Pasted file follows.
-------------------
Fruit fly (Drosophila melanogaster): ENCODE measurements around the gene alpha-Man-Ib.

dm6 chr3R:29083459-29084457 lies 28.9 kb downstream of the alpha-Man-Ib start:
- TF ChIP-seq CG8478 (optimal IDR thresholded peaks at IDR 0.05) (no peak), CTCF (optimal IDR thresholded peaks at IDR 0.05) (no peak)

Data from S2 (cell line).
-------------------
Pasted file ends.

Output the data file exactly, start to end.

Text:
Fruit fly (Drosophila melanogaster): ENCODE measurements around the gene alpha-Man-Ib.

dm6 chr3R:29083459-29084457 lies 28.9 kb downstream of the alpha-Man-Ib start:
- TF ChIP-seq CG8478 (optimal IDR thresholded peaks at IDR 0.05) (no peak), CTCF (optimal IDR thresholded peaks at IDR 0.05) (no peak)

Data from S2 (cell line).